Copyright: Helsinki Kasbah
Copyright: Helsinki Kasbah

In 2015, when more than a million refugees fled war and poverty and landed in Europe, Finland had to deal with its own share of migrants. The country's architects have now developed interesting ideas to house asylum seekers.

Start with a roof

Copyright: Satoshi Ohtaki

Start with a roof: Satoshi Ohtaki

The project was introduced by "From Border to Home," Finland's pavilion at the Venice International Architecture exhibition that ended in November 2016. According to the pavilion's website, the proposal involves using roof structures of future housing for temporary needs. The triangular structure of these houses minimizes material and assembly and is very stable. The pre-fabricated panels can be transported and assembled on site. The interiors are made of plywood while the external surface has waterproof sheeting.

These triangular structures are first set up to shelter asylum seekers and once they have settled, use the structures as roofs of new houses. The project tries to do away with the idea of "making temporary dwellings for temporary use" and its advocates claim that the approach could help governments and local authorities start investing in refugee housing. 

Society Lab

Copyright: Society Lab

Society Lab

Society Lab is not just a physical architecture and design project. It is a platform that connects demand and supply. According to "From Border to Home," Finland has 300,000 vacant houses. Out of these, 28,000 are in the capital, Helsinki. Society Lab connects asylum seekers with vacant houses. This way, refugees are not segregated into refugee camps and can mingle with locals.

The project proposes that authorities fund the first 12 months of rent for the refugees. Asylum seekers, in turn, are expected to be active in learning the language, work and help out in education and school programs.

We house

Copyright: Lindberg/Erdman

We House Refugees

The creators of this idea believe that refugee housing needs to be part of our cities and should not be segregated. Donor apartments are the core of this idea, meaning, apartments of residents are furnished with an extra room, called an "embedded refuge." Residents would be offered a 25 percent reduction in rent. After about 6-12 months, the refugee is ready to move out and lead an independent life. 


Enter the void

The project's initiators, Duy Tran, Lukas Beer, Ksenija Zdesar and Otto Beer believe that the primary goal of any refugee housing project is to respond to an asylum seeker's immediate needs, which also include encouraging integration with the local population. For this purpose, vacant office buildings are surveyed and officials help free up structures that could be adjusted for migrants' needs. Initially, individual apartments are developed and programs for children and adults are offered in different floors of the building. Slowly, the whole building has affordable homes and a roof garden allowing residents and refugees to mingle with each other.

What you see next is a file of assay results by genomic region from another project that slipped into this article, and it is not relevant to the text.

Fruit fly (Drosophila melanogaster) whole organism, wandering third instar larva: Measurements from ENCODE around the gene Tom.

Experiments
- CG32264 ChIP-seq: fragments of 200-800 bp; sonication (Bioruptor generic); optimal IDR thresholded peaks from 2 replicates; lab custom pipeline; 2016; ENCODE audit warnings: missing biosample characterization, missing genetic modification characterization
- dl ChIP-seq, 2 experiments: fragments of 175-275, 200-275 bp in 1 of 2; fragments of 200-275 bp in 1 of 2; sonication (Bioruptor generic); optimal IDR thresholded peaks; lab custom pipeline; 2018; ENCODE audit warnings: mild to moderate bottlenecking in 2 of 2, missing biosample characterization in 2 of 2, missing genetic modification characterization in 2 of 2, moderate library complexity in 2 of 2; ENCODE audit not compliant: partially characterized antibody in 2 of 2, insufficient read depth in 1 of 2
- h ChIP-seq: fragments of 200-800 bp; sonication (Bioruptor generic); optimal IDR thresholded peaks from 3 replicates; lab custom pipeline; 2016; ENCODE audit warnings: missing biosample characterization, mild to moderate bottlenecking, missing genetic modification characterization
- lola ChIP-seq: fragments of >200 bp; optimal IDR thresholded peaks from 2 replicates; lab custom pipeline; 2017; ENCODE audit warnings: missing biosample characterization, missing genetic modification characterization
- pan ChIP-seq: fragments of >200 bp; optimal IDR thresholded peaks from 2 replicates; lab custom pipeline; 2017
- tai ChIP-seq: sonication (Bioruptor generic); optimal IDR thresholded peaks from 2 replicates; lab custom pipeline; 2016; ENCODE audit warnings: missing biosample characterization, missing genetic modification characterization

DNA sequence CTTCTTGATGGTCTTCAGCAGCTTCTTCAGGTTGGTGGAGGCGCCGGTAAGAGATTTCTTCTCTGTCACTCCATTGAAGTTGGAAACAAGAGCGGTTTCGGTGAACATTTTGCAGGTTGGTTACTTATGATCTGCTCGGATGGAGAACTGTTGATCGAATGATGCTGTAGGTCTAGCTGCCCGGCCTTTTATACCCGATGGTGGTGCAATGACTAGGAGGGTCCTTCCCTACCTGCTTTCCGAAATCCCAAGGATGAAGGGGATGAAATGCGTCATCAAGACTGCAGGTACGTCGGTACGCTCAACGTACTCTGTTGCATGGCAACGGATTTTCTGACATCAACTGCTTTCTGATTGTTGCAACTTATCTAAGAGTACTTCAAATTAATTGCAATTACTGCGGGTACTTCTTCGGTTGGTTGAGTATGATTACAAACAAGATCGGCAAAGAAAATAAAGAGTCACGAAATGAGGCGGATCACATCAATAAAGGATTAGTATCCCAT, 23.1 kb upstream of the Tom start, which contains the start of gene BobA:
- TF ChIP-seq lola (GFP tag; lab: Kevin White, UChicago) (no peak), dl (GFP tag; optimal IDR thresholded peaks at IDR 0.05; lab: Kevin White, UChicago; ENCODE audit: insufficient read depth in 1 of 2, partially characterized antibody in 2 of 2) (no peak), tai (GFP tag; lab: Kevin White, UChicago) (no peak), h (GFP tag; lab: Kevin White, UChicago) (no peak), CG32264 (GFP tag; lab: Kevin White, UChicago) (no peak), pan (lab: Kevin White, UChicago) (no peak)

Copyright: ALT Architects

From Border to School

This project is yet another attempt to combine public buildings with temporary housing. The project's initiators feel that a long stay in a refugee camp is tough and inhumane and leads to further social exclusion of migrants. This problem is solved by addressing the physical condition of Finland's schools and daycare buildings. The idea is to phase the construction of buildings. In the first phase, refugees would move in and when they move into their apartments, the building would be completed for its final purpose : to serve as a school.


Copyright: Helsinki Kasbah

Helsinki Kasbah

The project's initiators have a vivid idea of life in a Middle Eastern-style neighborhood, which they call a "Kasbah." They take into account that the refugee flow will continue well into the 2030s and that government funding for refugee housing will reduce. However, settlements will expand with the help of locals and schools, marketplaces and neighborhoods will emerge, culminating in refugees integrating with Finland's mainstream culture. These special neighborhoods would attract attention and foster art, tourism and business.


Copyright: DAT Pangea/Quatorze

In My Backyard

The project is based on three principles: asylum seekers taking steps toward citizenship, hosts for refugees who offer a place in their backyards and a local entrepreneur who helps construct houses. The program aims at building small homes for asylum seekers, who learn how to build their own homes and in this manner, integrate with their hosts. This also opens up jobs in the construction industry.

You can read more about these projects on "From Border to Home." 


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